Evidence in Iowa City killing revealed

Documents say blood found in house; victim's husband traveled in U.S.

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Published: November 26 2013 | 11:30 am - Updated: 29 March 2014 | 12:05 am in
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NOTE: This story was originally published Nov. 25, 1997.

Police searching Frances Bloomfield's home after she was reported missing found bloodstains in several locations in the house and garage, according to court documents released Monday.

The documents not only paint a picture of the Bloomfield home as police found it but also provide details about Bloomfield, the motive for the killing and her husband's whereabouts when she disappeared.

The documents, which detail a search conducted at the Bloomfield home on Sept. 22, were sealed for 60 days by court order.

Bloomfield, 57, of 38 Wakefield Ct., was reported missing by her husband, John, on Sept. 22, when he returned from a trip. Three days later, authorities in Rockford, Ill., confirmed a body found in a ditch there was that of Bloomfield.

A Winnebago County, Ill., coroner's jury ruled earlier this month that Bloomfield died of strangulation. Bloomfield's car, a red 1994 Honda Accord with Iowa Sesquicentennial license plate SO51154, is still missing.

Investigators who responded to the Bloomfield home on Sept. 22 reported finding bloodstains in the doorways of two bedrooms on the second floor of the home, as well as a mark indicating Bloomfield was dragged in the hallway. There was also a bloodstain on the wall at the bottom of the stairs between the first and second floors and two stains on the garage floor, according to documents.

Bloomfield struggled with her killer, Detective Ed Schultz of the Iowa City Police Department said.

Police originally had indicated John Bloomfield, a researcher at the University of Iowa, arrived home Sept. 22 from a work-related conference in Paris.

Documents taken from his briefcase indicate he traveled to Paris on Sept. 13 but was back in the United States by Sept. 19 when he rented a car with Missouri license plates, keeping the car until Sept. 21.

Documents also indicate he rented another car, this one with New Mexico license plates, on Sept. 21. Documents do not indicate where John Bloomfield rented either car.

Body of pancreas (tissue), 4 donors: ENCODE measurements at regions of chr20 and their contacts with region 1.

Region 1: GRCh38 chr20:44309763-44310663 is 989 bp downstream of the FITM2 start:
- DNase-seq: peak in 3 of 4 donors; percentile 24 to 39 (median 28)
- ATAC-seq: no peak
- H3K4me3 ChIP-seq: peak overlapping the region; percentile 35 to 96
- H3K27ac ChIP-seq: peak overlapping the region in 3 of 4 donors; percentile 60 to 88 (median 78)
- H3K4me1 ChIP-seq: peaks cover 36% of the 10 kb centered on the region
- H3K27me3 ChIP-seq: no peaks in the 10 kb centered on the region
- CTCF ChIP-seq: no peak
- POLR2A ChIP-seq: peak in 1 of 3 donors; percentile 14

Other items obtained under the search warrant indicate that John Bloomfield's itinerary included flights from Chicago to Albuquerque, N.M., then from Albuquerque to Dallas and back to Chicago, although documents don't indicate how long that trip lasted.

Schultz said John Bloomfield was in Albuquerque on business and that the Dallas stop was a layover on the flight back to Chicago.

John Bloomfield rented a third car in Chicago and drove back to Iowa on Sept. 22, documents show.

Schultz noted in the application for the search warrant that John Bloomfield told him he was concerned when he couldn't reach his wife at the appointed time he was to call her on Sept. 20. John Bloomfield said he decided then to return home because he was concerned.

Other items taken from John Bloomfield's briefcase included hotel receipts and a note written in French. Police also took some men's clothing from the Bloomfield home.

Bloomfield's killer did not take her purse. Detectives found the purse, with almost 20 credit cards and an automatic teller machine card inside. Receipts from automatic teller machines and for credit card purchases indicate Bloomfield had been in the Minneapolis area the week before her death.

Frances and John Bloomfield had lived in Minneapolis for several years before moving to Iowa City two years ago.

Schultz said that although investigators were called to the home by John Bloomfield, they obtained a search warrant as a precaution, so there would be no question about how they obtained evidence.

"The main reason we got the search warrant was because we had definite reason to believe something unusual had happened there," Schultz said.

Schultz would not comment on whether detectives believe Bloomfield was dead when taken from the home, nor would he comment on whether there are any suspects in the murder. Asked if police were running out of leads in the case, he said, "It's definitely still going."

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